Positron Research (the Surko group) - UC San Diego

Basic Plasma Science

Current projects include an effort to create an electron-positron plasma, study of plasma dynamics in traps with low degrees of symmetry, and vortex dynamics studied using a magnetized electron plasma.

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We are developing new methods to accumulate, store, manipulate, and deliver positrons. Recent work includes a multi-cell trap for large numbers of positrons and a cryogenic to make beams with narrow energy spread. Other tools include methods to compress positron plasmas radially and to move plasmas across a magnetic field.

Beams Traps Tools

Atoms and Molecules

The positron traps and tools are used to study aspects of positron-atomic physics, including the process of positron attachment to molecules, molecular dynamics in the positron-attached state, positron-molecule binding energies, and gamma-ray spectra from positron interactions with atoms and molecules.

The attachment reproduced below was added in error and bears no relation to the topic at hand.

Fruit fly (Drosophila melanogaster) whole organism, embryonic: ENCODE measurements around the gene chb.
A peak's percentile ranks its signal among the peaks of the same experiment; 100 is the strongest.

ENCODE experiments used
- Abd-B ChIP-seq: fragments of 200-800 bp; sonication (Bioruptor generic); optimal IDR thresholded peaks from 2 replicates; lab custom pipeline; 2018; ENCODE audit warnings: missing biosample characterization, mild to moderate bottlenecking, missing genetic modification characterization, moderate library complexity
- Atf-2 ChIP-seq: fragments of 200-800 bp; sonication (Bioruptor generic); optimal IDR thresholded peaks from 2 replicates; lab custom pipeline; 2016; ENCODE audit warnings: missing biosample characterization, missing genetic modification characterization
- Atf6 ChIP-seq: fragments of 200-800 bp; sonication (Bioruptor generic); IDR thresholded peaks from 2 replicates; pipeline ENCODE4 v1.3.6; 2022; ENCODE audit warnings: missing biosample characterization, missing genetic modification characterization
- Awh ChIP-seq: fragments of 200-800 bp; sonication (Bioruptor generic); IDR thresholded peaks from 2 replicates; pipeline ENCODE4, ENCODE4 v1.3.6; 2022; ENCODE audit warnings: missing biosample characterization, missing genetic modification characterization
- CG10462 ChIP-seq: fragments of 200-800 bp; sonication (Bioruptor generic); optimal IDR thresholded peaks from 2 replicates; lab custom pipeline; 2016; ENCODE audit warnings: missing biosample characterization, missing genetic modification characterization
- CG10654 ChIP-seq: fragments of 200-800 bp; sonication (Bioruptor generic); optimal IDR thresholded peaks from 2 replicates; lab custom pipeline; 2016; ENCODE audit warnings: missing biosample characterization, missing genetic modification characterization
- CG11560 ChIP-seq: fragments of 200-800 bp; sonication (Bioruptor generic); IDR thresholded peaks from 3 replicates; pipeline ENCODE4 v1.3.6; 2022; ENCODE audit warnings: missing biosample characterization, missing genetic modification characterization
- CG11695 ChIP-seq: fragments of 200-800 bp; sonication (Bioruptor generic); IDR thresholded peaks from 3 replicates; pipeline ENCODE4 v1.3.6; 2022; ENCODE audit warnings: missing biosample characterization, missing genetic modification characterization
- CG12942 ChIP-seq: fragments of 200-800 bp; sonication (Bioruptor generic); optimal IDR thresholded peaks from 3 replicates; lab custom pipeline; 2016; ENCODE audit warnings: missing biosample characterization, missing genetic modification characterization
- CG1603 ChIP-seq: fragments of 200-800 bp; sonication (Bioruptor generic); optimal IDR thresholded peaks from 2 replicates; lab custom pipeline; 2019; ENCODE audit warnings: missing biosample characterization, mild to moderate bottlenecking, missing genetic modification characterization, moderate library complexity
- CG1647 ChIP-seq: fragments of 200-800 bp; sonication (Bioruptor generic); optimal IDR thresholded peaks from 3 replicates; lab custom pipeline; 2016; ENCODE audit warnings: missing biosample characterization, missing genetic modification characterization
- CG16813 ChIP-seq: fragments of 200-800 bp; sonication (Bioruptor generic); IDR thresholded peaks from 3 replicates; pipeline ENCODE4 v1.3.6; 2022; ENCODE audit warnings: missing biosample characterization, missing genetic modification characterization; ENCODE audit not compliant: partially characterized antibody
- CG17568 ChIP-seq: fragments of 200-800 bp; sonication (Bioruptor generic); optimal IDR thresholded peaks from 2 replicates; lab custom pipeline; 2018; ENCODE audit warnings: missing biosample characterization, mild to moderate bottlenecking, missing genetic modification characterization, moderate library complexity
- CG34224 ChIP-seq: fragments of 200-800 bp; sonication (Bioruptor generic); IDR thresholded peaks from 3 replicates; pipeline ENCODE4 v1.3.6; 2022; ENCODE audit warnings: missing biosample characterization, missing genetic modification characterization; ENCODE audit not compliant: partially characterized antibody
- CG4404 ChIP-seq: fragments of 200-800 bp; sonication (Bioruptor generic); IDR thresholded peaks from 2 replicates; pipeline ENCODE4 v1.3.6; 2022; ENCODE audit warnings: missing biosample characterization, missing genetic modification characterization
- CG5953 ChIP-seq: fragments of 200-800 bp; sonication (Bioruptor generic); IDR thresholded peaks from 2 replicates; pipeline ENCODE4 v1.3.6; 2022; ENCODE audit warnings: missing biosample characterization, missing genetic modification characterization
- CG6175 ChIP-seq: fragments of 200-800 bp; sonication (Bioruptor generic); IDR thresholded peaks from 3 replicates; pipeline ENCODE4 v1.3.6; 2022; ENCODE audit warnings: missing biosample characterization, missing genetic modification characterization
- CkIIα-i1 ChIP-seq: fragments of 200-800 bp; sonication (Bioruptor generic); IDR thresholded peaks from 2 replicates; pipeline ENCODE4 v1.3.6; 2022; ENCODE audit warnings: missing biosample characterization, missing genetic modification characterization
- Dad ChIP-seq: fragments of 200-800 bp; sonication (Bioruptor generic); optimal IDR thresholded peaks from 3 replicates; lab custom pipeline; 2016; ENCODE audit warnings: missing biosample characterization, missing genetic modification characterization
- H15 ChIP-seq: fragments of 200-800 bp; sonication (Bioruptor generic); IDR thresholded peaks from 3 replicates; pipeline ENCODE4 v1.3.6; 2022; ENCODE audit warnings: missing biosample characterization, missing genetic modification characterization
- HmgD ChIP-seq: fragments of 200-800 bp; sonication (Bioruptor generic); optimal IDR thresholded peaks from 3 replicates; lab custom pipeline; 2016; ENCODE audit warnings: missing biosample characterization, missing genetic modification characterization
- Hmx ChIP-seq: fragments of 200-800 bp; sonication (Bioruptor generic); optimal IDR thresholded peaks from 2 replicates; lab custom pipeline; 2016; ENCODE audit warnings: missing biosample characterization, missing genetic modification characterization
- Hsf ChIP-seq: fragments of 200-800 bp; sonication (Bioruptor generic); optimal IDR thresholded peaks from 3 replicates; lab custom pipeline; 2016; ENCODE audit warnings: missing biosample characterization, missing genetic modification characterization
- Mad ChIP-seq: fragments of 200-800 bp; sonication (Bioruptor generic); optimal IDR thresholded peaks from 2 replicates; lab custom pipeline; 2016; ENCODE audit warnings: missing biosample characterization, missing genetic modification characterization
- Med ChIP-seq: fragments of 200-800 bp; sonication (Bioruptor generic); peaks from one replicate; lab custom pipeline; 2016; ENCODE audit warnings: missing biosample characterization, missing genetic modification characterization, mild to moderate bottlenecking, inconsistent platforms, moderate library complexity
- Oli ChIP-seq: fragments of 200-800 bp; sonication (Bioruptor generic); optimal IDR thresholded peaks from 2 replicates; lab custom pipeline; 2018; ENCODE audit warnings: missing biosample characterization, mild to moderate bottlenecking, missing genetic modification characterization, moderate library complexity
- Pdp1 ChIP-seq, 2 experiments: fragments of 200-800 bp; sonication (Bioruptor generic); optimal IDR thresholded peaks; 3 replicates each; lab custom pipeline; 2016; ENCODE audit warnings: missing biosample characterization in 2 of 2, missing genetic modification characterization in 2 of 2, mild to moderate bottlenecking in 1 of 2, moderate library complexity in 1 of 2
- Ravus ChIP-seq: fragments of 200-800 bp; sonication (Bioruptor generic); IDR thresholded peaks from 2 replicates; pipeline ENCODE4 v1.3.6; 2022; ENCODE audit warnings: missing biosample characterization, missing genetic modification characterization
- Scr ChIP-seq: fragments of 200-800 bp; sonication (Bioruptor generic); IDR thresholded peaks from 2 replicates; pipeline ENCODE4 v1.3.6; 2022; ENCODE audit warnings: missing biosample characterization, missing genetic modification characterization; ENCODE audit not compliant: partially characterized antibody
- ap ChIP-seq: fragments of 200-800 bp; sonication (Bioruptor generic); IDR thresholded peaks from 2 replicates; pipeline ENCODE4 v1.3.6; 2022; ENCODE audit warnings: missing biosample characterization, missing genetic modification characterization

Annihilation Scattering

Our research has its origins in the invention of the buffer-gas positron trap. First experiments measured atomic and molecular positron annihilation rates and Doppler-broadened annihilation spectra. The development of a trap-based beam enabled other studies. A positron plasma was created, later used to study the electron-beam positron-plasma instability.

The group's research now centers on developing plasma tools for antimatter research including novel methods to accumulate and store antimatter, and a range of positron-atomic physics and basic plasma studies.